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My husband's 94 year old mother lives with us and thinks the Feds are following her. She thinks "they" are withholding mailing her bank statement and threatens to hire a "big lawyer to fix it". We try not to engage her in this delusion, but she knows we don't believe her and this surfaces every so often. "There's nothing wrong with my mind! I know!" she screams at her son, "and they are watching you too!" My husband asks where are we supposed to go for help dealing with her? We can't have any outside help as she trusts no one, and of course my husband is an only child so we are stuck with her. It has been 5 years with no end in sight. Her doctors keep telling her she's strong and in great health, but they never see the delusions!

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She is not entirely wrong. The NSA collected a lot of data on a lot of people. You could try telling her that the government called and decided she is OK and they won't bother her anymore. Except the IRS.
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Sigh, indeed! Keep posting and let us know how it goes.
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We validated her initial concern about being followed, which started when she still lived in her own home. My husband went home, even talked to police, figured out what was going on and moved her cross country to live with us. Of course "they" followed! From the beginning it has been a battle of you don't believe me. On this one validation doesn't work. Good advice has been given here and I'll pass on to the husband. This would be different if I were in control of her care, ultimately it is the husband's decision. Sometimes I feel like there is a second delusional person in the house because he won't let his family (only a cousin at thus point) know about his mom. Her threats to go live with the cousin (who has taken in many elderly family members before) are seen as losing his inheritance. Sigh...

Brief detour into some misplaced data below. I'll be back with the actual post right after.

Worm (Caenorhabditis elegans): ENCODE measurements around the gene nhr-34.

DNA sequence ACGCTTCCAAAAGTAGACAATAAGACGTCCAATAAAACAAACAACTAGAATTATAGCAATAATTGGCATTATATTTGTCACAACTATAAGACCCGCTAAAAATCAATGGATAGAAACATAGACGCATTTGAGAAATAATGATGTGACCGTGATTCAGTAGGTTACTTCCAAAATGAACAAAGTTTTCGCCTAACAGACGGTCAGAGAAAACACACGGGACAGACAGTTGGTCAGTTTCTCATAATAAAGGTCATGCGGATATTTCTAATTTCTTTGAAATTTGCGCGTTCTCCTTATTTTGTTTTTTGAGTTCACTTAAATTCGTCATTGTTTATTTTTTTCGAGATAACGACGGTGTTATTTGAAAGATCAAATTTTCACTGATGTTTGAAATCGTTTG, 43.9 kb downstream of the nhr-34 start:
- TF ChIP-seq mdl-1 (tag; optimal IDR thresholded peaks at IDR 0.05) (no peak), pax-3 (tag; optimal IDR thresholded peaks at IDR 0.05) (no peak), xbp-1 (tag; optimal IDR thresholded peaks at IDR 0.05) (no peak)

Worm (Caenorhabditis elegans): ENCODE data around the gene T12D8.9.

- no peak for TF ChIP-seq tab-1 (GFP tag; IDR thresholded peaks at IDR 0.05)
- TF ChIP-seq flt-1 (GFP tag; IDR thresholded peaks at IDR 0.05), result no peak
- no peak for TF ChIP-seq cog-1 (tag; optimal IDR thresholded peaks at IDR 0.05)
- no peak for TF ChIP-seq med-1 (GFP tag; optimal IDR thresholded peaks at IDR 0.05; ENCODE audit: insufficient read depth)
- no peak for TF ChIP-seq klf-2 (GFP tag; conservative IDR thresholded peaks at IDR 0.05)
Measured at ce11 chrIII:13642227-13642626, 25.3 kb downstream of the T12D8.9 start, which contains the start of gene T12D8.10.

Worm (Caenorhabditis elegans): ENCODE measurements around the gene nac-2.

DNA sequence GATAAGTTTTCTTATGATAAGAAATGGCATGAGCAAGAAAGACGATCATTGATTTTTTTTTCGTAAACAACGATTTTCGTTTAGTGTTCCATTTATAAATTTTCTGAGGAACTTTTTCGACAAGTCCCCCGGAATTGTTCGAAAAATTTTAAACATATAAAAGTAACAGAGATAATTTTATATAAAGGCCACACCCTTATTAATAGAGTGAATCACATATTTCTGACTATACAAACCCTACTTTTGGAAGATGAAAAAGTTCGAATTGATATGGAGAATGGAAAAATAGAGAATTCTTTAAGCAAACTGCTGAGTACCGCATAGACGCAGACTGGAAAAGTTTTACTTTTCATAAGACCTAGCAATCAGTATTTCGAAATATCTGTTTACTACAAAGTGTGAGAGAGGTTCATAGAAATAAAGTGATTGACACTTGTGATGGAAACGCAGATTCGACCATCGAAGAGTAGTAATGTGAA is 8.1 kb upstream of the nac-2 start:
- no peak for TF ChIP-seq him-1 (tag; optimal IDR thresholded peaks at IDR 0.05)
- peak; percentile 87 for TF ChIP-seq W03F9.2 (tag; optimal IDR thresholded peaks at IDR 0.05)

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Look up "validation" on this site. If he didn't argue with her, but said "I'll look into that, Mom" and made himself a note, would it lessen the drama? It worked wonders for my mom, especially when she told us that "they" were taking dead bodies out at night in the trash. Just make sure she gets checked for UTIs, which can cause delusions.